“I personally have been opposed to a lot of judiciary actions in elections. I think it’s important for [the judiciary] to be hands off as possible,” Wang said. “However, if there are rules and violations of rules those violations should and will be dealt with.”
Public relations director Caio Goncalves said he will also be playing a role in preventing election violations. Goncalves, eighth-semester political science and journalism major, said USG is working with the Student Activity Office to make a tutorial video to guide students through the election packet.
“The material in there is pretty dense. For people who are doing this for the first time, we want to make it easy as possible with no violations,” Goncalves said.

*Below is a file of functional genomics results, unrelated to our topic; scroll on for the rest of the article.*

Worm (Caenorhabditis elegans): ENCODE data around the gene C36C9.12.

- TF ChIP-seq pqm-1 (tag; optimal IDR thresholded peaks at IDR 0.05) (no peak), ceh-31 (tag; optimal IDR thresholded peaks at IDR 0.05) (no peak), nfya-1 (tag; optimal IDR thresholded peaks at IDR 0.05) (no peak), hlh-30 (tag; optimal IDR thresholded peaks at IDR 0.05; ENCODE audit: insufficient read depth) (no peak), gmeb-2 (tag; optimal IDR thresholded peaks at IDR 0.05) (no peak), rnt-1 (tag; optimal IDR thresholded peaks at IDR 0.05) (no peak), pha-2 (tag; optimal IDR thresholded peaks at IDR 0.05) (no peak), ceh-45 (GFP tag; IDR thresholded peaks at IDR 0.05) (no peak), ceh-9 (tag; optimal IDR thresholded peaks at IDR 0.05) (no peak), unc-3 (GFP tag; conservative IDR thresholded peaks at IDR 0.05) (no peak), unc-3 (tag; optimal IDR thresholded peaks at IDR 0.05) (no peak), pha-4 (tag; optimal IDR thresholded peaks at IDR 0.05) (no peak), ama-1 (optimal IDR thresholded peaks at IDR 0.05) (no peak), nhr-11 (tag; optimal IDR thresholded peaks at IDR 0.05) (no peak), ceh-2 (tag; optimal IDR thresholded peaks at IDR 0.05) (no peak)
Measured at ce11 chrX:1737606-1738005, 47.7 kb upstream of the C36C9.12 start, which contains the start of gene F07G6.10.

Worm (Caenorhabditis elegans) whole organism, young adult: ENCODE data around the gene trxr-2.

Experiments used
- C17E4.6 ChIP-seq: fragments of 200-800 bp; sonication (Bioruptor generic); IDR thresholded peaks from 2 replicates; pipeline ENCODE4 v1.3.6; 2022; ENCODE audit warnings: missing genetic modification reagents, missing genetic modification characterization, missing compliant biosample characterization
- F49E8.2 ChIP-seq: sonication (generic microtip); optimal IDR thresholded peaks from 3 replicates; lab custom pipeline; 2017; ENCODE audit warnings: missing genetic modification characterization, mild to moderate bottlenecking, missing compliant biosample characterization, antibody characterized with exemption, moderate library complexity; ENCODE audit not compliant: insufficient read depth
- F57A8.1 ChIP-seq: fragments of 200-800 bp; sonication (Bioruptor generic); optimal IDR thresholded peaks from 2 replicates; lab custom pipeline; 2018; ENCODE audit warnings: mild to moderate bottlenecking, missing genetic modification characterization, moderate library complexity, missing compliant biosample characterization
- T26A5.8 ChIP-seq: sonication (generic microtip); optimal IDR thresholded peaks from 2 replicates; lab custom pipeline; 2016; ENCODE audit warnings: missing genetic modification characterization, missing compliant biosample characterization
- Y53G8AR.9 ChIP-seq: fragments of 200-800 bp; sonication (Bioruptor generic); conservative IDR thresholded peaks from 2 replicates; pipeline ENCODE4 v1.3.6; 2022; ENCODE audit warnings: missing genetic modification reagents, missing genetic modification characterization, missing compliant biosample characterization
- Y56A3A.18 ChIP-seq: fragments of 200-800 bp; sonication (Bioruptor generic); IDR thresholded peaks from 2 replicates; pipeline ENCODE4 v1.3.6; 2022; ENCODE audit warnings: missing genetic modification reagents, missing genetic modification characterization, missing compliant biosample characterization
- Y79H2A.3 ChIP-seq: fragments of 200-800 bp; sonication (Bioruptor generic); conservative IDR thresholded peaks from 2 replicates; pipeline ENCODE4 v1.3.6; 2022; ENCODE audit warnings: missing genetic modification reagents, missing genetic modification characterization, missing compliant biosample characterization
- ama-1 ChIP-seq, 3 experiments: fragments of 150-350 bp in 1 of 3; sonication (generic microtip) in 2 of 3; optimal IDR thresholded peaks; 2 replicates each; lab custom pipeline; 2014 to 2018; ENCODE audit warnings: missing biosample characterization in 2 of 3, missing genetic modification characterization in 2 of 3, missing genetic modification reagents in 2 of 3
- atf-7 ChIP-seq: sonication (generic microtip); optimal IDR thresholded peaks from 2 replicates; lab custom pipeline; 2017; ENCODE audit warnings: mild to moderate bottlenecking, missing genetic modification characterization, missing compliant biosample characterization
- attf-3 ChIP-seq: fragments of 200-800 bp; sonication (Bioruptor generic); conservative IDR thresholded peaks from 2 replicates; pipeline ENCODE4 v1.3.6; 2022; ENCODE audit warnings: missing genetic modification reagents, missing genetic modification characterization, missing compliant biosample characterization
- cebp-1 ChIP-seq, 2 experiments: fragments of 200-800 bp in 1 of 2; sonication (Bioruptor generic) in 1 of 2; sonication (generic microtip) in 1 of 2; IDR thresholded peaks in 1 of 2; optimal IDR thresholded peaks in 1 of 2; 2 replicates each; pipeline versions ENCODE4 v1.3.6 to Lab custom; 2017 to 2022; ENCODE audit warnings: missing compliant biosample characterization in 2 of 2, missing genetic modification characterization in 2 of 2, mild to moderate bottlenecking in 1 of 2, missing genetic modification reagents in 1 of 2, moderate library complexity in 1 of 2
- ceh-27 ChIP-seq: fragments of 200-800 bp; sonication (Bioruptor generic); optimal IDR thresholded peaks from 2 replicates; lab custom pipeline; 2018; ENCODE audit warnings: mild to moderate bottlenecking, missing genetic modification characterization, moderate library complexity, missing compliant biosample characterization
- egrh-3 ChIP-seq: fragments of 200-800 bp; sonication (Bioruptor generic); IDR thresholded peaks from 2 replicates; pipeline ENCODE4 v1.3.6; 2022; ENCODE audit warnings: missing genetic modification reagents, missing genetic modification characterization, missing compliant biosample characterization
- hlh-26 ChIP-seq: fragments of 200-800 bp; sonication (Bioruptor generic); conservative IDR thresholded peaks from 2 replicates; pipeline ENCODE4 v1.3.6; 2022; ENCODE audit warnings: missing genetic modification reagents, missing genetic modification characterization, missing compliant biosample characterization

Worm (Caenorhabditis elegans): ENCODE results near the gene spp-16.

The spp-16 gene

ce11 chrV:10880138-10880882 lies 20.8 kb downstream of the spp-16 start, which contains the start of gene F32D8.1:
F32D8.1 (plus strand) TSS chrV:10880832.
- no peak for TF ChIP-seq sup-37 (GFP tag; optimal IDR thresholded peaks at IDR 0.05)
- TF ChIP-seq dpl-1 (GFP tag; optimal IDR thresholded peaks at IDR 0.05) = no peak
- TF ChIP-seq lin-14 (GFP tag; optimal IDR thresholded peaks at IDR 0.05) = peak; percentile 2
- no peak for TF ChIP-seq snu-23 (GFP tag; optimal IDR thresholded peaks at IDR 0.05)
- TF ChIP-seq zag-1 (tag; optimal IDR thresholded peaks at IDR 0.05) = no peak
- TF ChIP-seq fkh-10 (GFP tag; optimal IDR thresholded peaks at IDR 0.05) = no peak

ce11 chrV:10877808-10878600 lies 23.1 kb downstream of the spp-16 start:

Since 2011 spring elections, with the exemption of 2015 when the presidential candidate ran unopposed, the judiciary has been involved in USG elections.
In 2011, presidential candidate Vijay Sekhara reported campaign policy violations against opponent Sam Tracy for allegedly campaigning within 100 feet from USG sponsored events, changing homepage computers in polling places and dispersing flyers without consent.
In 2012, seven cases were reviewed by the judiciary, all involving presidential campaign policy violations.
In 2013, presidential candidate Shiv Gandhi was disqualified after Gandhi was charged for violation of aggressive campaigning by opponent Edward Courchaine.
In 2014, presidential candidate Carlyle Bethel was disqualified by the judiciary for inadequate attendance of senate meetings.